Sometimes things just fall into place. Like yesterday’s little pre-Newport Bermuda Race practice run we did from Newport to Block Island and back on Jim Clark’s 100-foot drag racer Comanche. And all I can say is my little 25-second video clip of Comanche doing 25-knots, in like, 12 knots of breeze, really doesn’t really do this remarkable monohull justice. The sun shines, and the sea breeze builds, and the SOG hums up to the mid-20’s, and the pros: Ken Read, Stan Honey, Kimo Worthington, Shannon Falcone, and a virtual horde of tough guys who have done lots of laps around the watery side of our planet and make harnessing Comanche’s considerable power look so easy.
I know you’re expecting all sorts of spray and drama but I love the peaceful beauty of this shot. Especially since many superlatives (powerful, record-breaking, ummm…fat bottomed) are often used to describe Comanche, but “beautiful” usually isn’t the first that comes to mind. And this really gives you a feel for the scale of this monster. Check out how small the guys look compared to the retracted boards.
A boat this wide with water ballast and a canting keel pushes water around in interesting ways.
Comanche’s “air craft carrier” deck can also swallow crew like crazy. This shot shows about 20 people on deck, and yet it was easy to find plenty room for myself.
It’s just another day in the office for Ken Read and crew who went through sail changes and the specialists checked out all the boat’s systems while he mixed in some small talk with guys like me in preparation for what they hope to be a record-breaking run to Bermuda this weekend.
Behold Comanche’s optimum heel angle (more or less). Comfortable right? This is how the boys get the drag of Comanche’s considerable booty (that provides amazing stability off the breeze) up and out of the water when they go upwind. And heel angle is precisely controlled with the canting keel and water ballast along with sail trim.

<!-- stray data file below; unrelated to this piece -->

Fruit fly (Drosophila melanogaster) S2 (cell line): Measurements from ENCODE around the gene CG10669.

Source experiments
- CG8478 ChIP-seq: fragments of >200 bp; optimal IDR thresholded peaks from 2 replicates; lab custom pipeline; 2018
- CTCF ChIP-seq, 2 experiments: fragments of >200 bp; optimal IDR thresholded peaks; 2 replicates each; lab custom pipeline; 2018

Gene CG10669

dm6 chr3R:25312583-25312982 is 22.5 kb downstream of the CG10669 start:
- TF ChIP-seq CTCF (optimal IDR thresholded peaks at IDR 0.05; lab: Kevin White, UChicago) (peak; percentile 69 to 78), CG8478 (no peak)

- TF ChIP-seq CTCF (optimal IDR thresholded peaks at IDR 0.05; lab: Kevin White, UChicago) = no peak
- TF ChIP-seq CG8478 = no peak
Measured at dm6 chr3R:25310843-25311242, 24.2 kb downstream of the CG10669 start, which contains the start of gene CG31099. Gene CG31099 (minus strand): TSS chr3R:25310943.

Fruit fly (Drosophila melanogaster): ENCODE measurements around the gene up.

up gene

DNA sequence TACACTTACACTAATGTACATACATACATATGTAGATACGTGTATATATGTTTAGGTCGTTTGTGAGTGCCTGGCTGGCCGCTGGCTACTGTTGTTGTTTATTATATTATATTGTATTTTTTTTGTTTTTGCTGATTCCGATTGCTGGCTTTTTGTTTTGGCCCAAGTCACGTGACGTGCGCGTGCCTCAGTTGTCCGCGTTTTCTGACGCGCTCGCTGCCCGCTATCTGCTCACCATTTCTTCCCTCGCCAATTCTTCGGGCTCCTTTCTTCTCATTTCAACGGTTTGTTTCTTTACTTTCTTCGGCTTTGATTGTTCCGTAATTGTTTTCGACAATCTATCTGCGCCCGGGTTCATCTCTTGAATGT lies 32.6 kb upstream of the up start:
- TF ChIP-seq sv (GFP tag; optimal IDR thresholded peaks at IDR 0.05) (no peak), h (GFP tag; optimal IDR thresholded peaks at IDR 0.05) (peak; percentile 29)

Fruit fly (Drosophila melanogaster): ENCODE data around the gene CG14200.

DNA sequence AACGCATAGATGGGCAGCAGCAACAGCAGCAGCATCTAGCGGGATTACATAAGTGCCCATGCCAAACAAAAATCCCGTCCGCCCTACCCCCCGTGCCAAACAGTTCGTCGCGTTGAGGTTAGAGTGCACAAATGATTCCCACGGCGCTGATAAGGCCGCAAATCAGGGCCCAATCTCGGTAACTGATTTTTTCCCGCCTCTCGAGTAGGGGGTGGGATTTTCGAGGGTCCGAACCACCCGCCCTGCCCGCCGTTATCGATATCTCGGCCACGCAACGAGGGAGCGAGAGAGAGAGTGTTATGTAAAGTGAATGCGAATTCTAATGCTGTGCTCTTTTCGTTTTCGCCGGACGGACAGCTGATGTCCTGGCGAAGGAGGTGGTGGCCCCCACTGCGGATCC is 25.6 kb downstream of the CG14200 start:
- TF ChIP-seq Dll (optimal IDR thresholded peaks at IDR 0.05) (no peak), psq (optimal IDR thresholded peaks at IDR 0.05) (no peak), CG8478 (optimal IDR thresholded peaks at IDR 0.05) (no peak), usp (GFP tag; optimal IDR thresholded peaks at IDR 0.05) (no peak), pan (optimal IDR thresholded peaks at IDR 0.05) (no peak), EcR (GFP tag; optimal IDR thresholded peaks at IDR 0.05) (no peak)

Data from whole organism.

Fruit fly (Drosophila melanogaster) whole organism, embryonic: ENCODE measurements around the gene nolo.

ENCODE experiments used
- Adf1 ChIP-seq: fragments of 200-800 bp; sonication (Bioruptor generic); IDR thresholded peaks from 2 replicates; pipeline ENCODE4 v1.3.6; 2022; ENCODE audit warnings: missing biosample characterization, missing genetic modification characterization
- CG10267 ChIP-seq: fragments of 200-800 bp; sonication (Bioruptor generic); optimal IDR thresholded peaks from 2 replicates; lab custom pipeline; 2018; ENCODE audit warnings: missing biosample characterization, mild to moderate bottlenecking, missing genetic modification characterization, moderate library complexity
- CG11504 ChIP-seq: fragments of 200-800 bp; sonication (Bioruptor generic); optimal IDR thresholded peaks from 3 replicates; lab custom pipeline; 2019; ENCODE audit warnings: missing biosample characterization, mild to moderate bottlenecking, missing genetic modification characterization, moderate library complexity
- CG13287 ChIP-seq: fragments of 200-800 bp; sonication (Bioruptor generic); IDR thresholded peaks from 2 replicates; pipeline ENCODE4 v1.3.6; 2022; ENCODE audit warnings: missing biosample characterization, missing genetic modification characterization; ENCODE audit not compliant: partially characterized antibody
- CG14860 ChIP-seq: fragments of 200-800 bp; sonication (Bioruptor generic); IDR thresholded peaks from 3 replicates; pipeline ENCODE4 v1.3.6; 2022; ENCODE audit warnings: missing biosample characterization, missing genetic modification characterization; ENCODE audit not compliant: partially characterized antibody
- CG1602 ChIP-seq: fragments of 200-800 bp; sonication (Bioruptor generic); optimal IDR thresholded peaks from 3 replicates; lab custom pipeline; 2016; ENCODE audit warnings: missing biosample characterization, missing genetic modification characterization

Comanche’s big main is like the V-8 engine in a muscle car. Pure power.
Kenny gave all us “guests” a chance to drive. And you well know I’ve never shied away from a good selfie, but, this shot of another lucky “VIP” at the helm really gives you a flavor of how many people it takes to push a boat like this to its limit.
This shot is even better. The aft deck is kinda-like what would be like if you were on the deck of an aircraft carrier (complete with all the crew you need to launch fighter jets) that heels 25 degrees all the time.
Yes, I did get a chance to do my requisite #socksoftheday shot.
But nothing was more impressive than seeing how some of the best, most experienced offshore sailors in the world dealt with the strop that broke and sent the tack of the big A-sail flying off into space. There was no yelling. No alarm. No sweat. No stress. Just hyper competence and coordination between a large group of tight-knit guys on a 100-foot-long surfboard powered by a dizzying, and potentially dangerous array of sail configurations.
All they needed was a little time. A little blanket by the main. And a heaping helping of skill that comes with 100’s of 1000’s of offshore miles to bring the big A-sail under control, re-rig a new strop, re-hoist, and the roll it up like the jib on a Beneateau 40.
And with the Newport-Bermuda forecast calling for big breeze this weekend, something tells me Comanche may break Rambler’s record (just over 39 hours at a pretty pedestrian average of 16 knots set in 2012) by almost a whole DAY!